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Cannabis workplace safety takes center stage in Massachusetts and beyond

How a worker's death may impact the growing industry

Good morning. An update about yesterday’s Snoop Dogg giving up “smoke” story. Turns out it was a marketing effort to pitch his new collab with Solo Stove. If you don’t know Solo Stove, you probably do now. There was a notable sigh of relief from the cannabis world that this wasn’t Snoop giving up on cannabis. Nowhere was that sigh more noticeable than from Snoops’ professional blunt rolling employee, a.k.a. Chief Blunt Officer…

New details emerge about the worker death at Trulieve’s Massachusetts facility

What happened: Last January, 27-year-old Lorna McMurrey died on the job at Trulieve’s Massachusetts cannabis facility. The details surrounding her death were kept under wraps as state and federal authorities investigated.

The Update: Now, we have a clearer idea of what happened in the tragic incident. McMurrey suffered a fatal asthma attack while on the job, according to a new report from the CDC and OSHA. Trulieve, for its part, contested the reports findings, reports NBC Boston.

Why it matters: The CDC warns that as indoor cannabis facilities proliferate around the US, asthma attacks are becoming a growing concern.

Our take: The Cultivated team believes that big cannabis companies should prioritize worker safety, and institute evidence-backed protections for workers so this doesn’t happen again.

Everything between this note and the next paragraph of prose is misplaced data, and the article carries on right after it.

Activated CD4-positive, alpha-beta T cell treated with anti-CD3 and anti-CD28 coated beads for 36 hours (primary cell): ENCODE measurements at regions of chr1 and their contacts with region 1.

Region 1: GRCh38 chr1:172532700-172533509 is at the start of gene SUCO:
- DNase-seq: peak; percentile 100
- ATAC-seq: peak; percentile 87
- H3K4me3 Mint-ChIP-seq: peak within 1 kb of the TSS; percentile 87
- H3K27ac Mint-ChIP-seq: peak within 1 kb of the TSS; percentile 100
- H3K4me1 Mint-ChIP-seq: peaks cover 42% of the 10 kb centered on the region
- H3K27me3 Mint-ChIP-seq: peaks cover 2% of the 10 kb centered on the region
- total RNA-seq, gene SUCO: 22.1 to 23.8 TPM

What they’re saying: The CDC, for their part, noted that the worker's death “illustrates missed opportunities for prevention, including workplace exposures, medical surveillance, and treatment according to the current asthma guidelines.”

Indiana going green?

What happened: No, we’re not talking about Larry Bird putting on a Celtics jersey again. After neighboring Ohio voted to legalize cannabis (other neighbors Michigan and Illinois are already on the legal map) this month, the conversation is ramping up in neighboring Indiana (and Pennsylvania too).

Election impact: The Hoosier State will elect a new governor next year, and the Indianapolis Star polled leading candidates on their stances. Perhaps predictably, most Republicans said they were opposed while most Democrats said they were for it.

What’s next? We here at Cultivated will be watching Indiana with great interest. Cannabis legalization is sweeping the Midwest — it’s probably a matter of time before Indiana joins the green party — even if it’s one of the last to arrive..


That’s a (pain) relief

What happened: A new study published in the Journal of Cannabis Research found that opioids and cannabis are “equally efficacious” in reducing pain intensity.

How’d they find that out?: The study looked at a sample of 201 individuals, 161 of whom used opioids to manage chronic pain and the other 40 who used medical cannabis.

The patients then filled out surveys, indicating whether the drug they were using had negative or positive effects, as well as effects on their emotional and “holistic well-being.”

While both opioids and cannabis were effective at managing pain, the group that used cannabis reported higher quality-of-life factors like emotion, functionality, and overall sense of well-being.

What’s next?: Medical cannabis is still a growing area of research. But given the potentially deadly side effects of opioid abuse, the Cultivated team calls for more research into helping people find safer alternatives to managing chronic pain.


🥊 Quick hits

  • Cannabis company MariMed closed a $58.7 million secured credit facility.

  • Cannabis vape brand dosist was acquired by supply chain company Final Bell. Financial terms weren’t disclosed.

  • Small and medium-sized businesses are the “engines” of the cannabis M&A economy, according to a new report from law firm BianchiBrandt.